Give it a rest, Bill:
Scare words & trashing the opposition, by William Safire:
Sarin? What Sarin?
You probably missed the news because it didn't get much play, but a small, crude weapon of mass destruction may have been used by Saddam's terrorists in Iraq this week.
The apparent weapon was sarin gas, a highly toxic nerve agent that causes victims to choke to death. Developed by the Nazis, it has been used in the past by terrorists in Japan to kill a dozen subway riders and panic thousands, and by Saddam Hussein, who produced tons of it to kill Iraqi Kurds.
Rigged as an "improvised explosive device," or roadside bomb, the 155-millimeter howitzer shell was accidentally detonated by a U.S. ordnance team. Two men were treated for what an Army spokesman called "minor exposure" to the nerve gas.
You never saw such a rush to dismiss this as not news. U.N. weapons inspectors whose reputations rest on denial of Saddam's W.M.D. pooh-poohed the report. "It doesn't strike me as a big deal," said David Kay.
"Sarin Bomb Is Likely a Leftover From the 80's" was USA Today's Page 10 brushoff; maybe the terrorists didn't know their shell was loaded with sarin. Besides, say our lionized apostles of defeat, a poison-gas bomb does not a "stockpile" make. Even the Defense Department, on the defensive, strained not to appear alarmist, saying confirmation was needed for the field tests.
In this rush to misjudgment, we can see an example of the "Four Noes" that have become the defeatists' platform.
The first "no" is no stockpiles of W.M.D., used to justify the war, were found. With the qualifier "so far" left out, the absence of evidence is taken to be evidence of absence. In weeks or years to come when the pendulum has swung, and it becomes newsworthy to show how cut-and-runners in 2004 were mistaken logic suggests we will see a rash of articles and blockbuster books to that end.
These may well reveal the successful concealment of W.M.D., as well as prewar shipments thereof to Syria and plans for production and missile delivery, by Saddam's Special Republican Guard and fedayeen, as part of his planned guerrilla war the grandmother of all battles. The present story line of "Saddam was stupid, fooled by his generals" would then be replaced by "Saddam was shrewder than we thought."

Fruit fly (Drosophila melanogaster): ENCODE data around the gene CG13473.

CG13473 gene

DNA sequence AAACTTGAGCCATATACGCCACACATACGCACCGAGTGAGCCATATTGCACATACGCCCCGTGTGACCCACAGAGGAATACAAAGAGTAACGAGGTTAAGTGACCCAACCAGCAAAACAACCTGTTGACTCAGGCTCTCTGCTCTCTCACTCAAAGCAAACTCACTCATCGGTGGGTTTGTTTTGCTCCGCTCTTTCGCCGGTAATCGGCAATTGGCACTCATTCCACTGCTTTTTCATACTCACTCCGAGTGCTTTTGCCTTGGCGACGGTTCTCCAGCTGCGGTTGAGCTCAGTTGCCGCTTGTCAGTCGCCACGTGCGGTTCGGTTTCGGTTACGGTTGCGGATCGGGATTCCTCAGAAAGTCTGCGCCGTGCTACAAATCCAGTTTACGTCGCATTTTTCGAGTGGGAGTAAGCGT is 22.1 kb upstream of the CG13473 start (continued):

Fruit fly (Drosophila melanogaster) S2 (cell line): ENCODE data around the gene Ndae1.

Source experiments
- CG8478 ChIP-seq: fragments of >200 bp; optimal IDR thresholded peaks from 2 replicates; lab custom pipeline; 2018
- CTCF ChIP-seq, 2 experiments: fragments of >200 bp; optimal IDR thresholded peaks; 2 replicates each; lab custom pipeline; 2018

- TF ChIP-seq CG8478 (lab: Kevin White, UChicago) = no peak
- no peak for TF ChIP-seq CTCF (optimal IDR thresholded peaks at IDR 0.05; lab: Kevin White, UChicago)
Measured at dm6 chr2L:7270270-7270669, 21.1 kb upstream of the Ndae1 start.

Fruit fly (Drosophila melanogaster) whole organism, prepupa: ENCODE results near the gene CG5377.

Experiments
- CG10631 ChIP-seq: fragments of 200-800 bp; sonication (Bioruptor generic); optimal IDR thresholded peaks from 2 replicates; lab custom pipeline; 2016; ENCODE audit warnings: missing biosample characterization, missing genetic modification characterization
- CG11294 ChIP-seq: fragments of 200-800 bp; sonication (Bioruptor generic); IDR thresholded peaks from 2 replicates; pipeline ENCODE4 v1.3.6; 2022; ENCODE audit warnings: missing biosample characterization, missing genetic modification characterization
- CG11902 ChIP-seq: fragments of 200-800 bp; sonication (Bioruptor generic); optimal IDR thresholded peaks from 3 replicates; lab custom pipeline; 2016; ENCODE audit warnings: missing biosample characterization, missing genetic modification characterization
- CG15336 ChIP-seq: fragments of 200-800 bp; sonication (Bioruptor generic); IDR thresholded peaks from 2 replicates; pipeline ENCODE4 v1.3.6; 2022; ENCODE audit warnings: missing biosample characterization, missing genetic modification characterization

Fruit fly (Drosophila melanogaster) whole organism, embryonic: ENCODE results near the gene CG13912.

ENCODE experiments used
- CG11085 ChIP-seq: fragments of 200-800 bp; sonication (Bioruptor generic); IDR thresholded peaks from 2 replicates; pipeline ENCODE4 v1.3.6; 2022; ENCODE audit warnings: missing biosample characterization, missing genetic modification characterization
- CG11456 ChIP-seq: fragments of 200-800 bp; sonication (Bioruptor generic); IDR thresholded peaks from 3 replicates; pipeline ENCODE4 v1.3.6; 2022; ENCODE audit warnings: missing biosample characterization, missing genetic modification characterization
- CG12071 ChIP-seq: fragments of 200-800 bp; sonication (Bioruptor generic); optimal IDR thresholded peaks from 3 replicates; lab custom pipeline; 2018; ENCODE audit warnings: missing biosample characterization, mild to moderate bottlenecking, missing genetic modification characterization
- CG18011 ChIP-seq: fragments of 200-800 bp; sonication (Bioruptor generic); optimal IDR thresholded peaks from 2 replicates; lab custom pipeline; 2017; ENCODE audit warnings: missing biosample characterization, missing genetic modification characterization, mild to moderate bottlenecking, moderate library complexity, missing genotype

This will be especially true for bacteriological weapons, which are small and easier to hide. In a sovereign and free Iraq, when germ-warfare scientists are fearful of being tried as prewar criminals, their impetus will be to sing and point to caches of anthrax and other mass killers.
Defeatism's second "no" is no connection was made between Saddam and Al Qaeda or any of its terrorist affiliates. This is asserted as revealed truth with great fervor, despite an extensive listing of communications and meetings between Iraqi officials and terrorists submitted to Congress months ago.
Most damning is the rise to terror's top rank of Abu Musab al-Zarqawi, who escaped Afghanistan to receive medical treatment in Baghdad. He joined Ansar al-Islam, a Qaeda offshoot whose presence in Iraq to murder Kurds at Saddam's behest was noted in this space in the weeks after 9/11. His activity in Iraq was cited by President Bush six months before our invasion. Osama's disciple Zarqawi is now thought to be the televised beheader of a captive American.
The third "no" is no human-rights high ground can be claimed by us regarding Saddam's torture chambers because we mistreated Iraqi prisoners. This equates sleep deprivation with life deprivation, illegal individual humiliation with official mass murder. We flagellate ourselves for mistreatment by a few of our guards, who will be punished; he delightedly oversaw the shoveling of 300,000 innocent Iraqis into unmarked graves. Iraqis know the difference.
The fourth "no" is no Arab nation is culturally ready for political freedom and our attempt to impose democracy in Iraq is arrogant Wilsonian idealism.
In coming years, this will be blasted by revisionist reportage as an ignoble ethnic-racist slur. Iraqis will gain the power, with our help, to put down the terrorists and find their own brand of political equilibrium.
Will today's defeatists then admit they were wrong? That's a fifth "no."
Josh Marshall at TPM has some thoughts
on Safire's column. Worth reading.